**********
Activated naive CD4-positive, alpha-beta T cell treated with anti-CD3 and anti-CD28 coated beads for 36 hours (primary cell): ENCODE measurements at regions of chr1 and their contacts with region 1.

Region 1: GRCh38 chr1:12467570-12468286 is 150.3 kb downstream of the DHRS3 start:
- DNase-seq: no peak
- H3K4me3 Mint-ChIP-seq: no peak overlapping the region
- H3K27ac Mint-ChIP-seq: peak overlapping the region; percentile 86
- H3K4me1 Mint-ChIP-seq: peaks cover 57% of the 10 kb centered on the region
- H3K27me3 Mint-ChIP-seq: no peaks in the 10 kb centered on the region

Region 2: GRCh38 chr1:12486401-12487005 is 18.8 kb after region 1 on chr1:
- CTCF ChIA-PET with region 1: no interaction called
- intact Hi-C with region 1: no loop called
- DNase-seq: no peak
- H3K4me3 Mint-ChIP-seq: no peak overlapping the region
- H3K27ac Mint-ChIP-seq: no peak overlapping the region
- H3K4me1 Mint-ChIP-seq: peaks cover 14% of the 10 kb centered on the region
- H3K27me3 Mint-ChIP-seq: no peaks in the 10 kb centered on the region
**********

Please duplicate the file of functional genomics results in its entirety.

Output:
Activated naive CD4-positive, alpha-beta T cell treated with anti-CD3 and anti-CD28 coated beads for 36 hours (primary cell): ENCODE measurements at regions of chr1 and their contacts with region 1.

Region 1: GRCh38 chr1:12467570-12468286 is 150.3 kb downstream of the DHRS3 start:
- DNase-seq: no peak
- H3K4me3 Mint-ChIP-seq: no peak overlapping the region
- H3K27ac Mint-ChIP-seq: peak overlapping the region; percentile 86
- H3K4me1 Mint-ChIP-seq: peaks cover 57% of the 10 kb centered on the region
- H3K27me3 Mint-ChIP-seq: no peaks in the 10 kb centered on the region

Region 2: GRCh38 chr1:12486401-12487005 is 18.8 kb after region 1 on chr1:
- CTCF ChIA-PET with region 1: no interaction called
- intact Hi-C with region 1: no loop called
- DNase-seq: no peak
- H3K4me3 Mint-ChIP-seq: no peak overlapping the region
- H3K27ac Mint-ChIP-seq: no peak overlapping the region
- H3K4me1 Mint-ChIP-seq: peaks cover 14% of the 10 kb centered on the region
- H3K27me3 Mint-ChIP-seq: no peaks in the 10 kb centered on the region